__A Random Walk Down Wall Street__. While the book does contain some interesting historical anecdotes, and disproves numerous methods of stock picking quackery, the title itself refers to the following theory:

*Burton G. Malkiel, an economics professor at Princeton University and writer of*

__A Random Walk Down Wall Street__, performed a test where his students were given a hypothetical stock that was initially worth fifty dollars. The closing stock price for each day was determined by a coin flip. If the result was heads, the price would close a half point higher, but if the result was tails, it would close a half point lower. Thus, each time, the price had a fifty-fifty chance of closing higher or lower than the previous day. Cycles or trends were determined from the tests. Malkiel then took the results in chart and graph form to a chartist, a person who "seeks to predict future movements by seeking to interpret past patterns on the assumption that 'history tends to repeat itself'." The chartist told Malkiel that they needed to immediately buy the stock. Since the coin flips were random, the fictitious stock had no overall trend. Malkiel argued that this indicates that the market and stocks could be just as random as flipping a coin.Source: https://en.wikipedia.org/wiki/Random_walk_hypothesis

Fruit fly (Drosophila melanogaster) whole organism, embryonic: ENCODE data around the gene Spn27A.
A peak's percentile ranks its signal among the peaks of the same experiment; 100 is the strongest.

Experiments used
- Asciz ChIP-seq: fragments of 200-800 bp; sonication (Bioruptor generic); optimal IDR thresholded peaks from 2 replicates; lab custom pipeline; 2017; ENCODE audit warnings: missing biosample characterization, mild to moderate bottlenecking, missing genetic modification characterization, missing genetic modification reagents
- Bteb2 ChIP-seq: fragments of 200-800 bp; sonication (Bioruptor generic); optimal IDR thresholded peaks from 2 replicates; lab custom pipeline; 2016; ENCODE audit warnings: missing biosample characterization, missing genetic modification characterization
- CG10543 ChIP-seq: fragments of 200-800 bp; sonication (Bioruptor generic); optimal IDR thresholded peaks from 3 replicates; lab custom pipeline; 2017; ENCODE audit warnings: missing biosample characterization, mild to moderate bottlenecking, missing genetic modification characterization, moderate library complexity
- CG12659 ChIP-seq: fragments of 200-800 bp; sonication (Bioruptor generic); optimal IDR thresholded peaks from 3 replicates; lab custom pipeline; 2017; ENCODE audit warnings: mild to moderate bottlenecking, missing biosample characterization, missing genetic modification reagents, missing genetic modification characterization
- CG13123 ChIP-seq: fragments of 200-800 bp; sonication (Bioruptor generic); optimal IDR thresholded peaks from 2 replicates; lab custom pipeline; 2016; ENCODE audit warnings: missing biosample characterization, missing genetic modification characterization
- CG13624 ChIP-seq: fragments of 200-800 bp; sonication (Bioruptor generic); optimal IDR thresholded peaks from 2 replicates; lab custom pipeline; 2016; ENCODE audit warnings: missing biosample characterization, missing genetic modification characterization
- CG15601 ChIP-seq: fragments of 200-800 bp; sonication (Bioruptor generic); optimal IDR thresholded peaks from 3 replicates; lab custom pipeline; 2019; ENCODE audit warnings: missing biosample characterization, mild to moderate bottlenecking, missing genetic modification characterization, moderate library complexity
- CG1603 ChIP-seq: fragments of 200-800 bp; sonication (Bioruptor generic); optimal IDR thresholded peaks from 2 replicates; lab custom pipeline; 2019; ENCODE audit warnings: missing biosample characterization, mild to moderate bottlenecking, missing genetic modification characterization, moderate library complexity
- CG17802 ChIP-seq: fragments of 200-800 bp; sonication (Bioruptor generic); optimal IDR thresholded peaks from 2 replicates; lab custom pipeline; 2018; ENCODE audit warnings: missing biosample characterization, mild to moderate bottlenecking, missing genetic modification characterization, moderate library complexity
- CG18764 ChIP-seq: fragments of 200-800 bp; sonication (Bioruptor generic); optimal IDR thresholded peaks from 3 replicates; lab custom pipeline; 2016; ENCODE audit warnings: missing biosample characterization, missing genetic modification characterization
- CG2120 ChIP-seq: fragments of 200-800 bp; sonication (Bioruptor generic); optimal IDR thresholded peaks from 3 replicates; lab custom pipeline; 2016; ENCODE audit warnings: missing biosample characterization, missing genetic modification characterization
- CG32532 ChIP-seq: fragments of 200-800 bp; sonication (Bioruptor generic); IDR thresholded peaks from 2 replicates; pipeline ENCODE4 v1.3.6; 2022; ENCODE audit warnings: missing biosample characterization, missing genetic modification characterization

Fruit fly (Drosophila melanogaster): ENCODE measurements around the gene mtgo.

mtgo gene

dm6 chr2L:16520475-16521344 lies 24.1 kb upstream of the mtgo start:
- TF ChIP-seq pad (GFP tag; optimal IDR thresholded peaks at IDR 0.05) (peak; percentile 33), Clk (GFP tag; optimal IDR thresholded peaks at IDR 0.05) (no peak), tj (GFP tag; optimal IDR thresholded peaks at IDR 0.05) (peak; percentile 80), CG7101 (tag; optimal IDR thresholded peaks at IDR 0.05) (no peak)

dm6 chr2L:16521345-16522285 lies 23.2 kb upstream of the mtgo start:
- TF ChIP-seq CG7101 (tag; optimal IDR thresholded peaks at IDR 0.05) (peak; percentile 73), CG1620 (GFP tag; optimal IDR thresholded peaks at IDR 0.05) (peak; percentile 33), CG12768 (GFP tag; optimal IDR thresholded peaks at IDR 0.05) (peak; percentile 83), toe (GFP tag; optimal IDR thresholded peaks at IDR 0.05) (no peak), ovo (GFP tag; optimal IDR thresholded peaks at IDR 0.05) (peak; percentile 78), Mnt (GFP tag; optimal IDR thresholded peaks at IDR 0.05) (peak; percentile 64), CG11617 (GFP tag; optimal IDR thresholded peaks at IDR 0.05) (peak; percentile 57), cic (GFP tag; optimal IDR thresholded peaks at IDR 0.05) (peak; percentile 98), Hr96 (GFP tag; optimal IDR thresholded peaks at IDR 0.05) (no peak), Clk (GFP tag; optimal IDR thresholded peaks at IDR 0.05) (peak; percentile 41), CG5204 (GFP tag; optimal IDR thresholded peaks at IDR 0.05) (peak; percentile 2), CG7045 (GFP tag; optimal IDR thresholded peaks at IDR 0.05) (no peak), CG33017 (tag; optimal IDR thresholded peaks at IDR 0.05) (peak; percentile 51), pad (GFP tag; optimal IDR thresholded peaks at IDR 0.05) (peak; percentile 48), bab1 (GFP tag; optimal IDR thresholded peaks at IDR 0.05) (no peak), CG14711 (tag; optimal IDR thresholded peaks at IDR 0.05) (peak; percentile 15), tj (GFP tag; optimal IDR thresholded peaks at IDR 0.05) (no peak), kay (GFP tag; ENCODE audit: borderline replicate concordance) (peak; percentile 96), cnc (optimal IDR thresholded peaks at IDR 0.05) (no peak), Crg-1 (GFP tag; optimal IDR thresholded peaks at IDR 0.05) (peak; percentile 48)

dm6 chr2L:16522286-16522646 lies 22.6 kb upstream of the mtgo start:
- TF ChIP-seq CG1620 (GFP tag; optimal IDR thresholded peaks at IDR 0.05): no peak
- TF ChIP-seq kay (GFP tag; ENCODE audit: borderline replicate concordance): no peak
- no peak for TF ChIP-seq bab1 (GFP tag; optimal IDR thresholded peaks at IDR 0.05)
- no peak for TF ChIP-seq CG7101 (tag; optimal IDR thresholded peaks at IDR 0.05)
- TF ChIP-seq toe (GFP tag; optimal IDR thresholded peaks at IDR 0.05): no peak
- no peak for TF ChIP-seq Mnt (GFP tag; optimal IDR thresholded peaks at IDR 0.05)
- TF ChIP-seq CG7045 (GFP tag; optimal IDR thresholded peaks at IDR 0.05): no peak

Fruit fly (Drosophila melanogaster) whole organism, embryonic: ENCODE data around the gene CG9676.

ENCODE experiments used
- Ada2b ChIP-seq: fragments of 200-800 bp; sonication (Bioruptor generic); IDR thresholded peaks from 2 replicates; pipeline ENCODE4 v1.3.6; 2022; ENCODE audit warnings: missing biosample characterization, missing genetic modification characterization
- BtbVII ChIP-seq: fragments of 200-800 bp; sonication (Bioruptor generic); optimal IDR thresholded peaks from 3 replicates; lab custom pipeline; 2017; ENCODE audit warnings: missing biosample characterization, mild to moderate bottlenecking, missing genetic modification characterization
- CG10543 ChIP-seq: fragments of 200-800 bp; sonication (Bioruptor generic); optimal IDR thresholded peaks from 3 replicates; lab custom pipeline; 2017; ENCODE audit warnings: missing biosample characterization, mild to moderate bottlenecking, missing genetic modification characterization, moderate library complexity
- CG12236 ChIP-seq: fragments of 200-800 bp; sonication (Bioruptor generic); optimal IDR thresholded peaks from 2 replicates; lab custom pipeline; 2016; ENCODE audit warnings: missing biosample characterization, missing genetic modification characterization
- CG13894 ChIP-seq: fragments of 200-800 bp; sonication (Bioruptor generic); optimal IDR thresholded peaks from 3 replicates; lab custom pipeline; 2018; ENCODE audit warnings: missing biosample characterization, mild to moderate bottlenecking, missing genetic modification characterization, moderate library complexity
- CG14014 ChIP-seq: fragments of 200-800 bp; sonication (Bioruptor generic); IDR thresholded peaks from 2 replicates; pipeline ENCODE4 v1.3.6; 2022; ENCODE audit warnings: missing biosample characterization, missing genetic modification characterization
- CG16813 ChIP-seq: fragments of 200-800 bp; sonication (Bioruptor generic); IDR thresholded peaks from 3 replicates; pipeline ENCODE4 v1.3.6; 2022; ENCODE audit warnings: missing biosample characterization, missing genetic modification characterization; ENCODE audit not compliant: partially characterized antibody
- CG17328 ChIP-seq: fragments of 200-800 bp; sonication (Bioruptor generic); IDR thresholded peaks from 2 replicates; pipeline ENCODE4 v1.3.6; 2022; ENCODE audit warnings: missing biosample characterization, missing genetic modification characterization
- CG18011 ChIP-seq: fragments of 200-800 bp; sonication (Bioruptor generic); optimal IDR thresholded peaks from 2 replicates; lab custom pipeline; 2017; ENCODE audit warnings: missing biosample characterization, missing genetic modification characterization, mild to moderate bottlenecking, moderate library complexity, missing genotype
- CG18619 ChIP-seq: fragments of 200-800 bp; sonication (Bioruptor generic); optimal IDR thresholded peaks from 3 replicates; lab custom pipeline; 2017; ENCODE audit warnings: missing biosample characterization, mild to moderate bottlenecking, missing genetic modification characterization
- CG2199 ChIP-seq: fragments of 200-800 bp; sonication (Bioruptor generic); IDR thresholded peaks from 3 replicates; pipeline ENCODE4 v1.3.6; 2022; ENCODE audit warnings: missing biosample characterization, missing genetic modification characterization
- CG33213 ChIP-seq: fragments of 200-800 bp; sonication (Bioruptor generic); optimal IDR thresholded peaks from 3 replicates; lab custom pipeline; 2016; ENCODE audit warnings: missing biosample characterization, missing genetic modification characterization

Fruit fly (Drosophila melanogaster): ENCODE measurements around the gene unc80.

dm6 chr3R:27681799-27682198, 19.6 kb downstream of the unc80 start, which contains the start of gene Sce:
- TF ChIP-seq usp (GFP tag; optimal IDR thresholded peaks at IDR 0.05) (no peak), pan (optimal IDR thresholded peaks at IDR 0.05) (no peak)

It would seem that within the field of contemporary finance, that some critics believe that Malkiel's book is prefaced upon a flawed theory. In this article, we will perform our own analysis in order to determine which side is correct in their assumption. This isn’t to in any way to provide further evidence to either side as it pertains to the ages old: Managed Fund vs. Index Fund argument, but instead, to utilize the evidence which we have as it pertains to this purposed theory, and see if it withstands a thorough statistical assessment.

__Random Walking__To begin our foray into proving / disproving, “The Random Walk Hypothesis”, let’s take a random walk through R-Studio.

First, we’ll set a number of sample observations (n = 101). Then, we’ll perform the same experiment that Malkiel performed with his students. We’ll do this by randomly generating two numbers (-1, 1), with 1 equating a step upward, and -1 equating a step downwards.

However, we’ll make a few slight modifications to our experiment. As prices for an equity index cannot (theoretically) go negative, or in most cases, reach zero only to rebound, I’ve added a few caveats to our simulation.

We will be creating a random walk. However, in every instance in which our random walk would take us below a zero threshold, an absolute value of the outcome will instead be returned. For example, in the case of a typical random walk, the values: (1,-1,1,-1,-1,-1), provide the corresponding cumulative elements of: (1,0,1,0,-1,-2), as each element is being summed against the previous sum of the prior elements.

__Example__: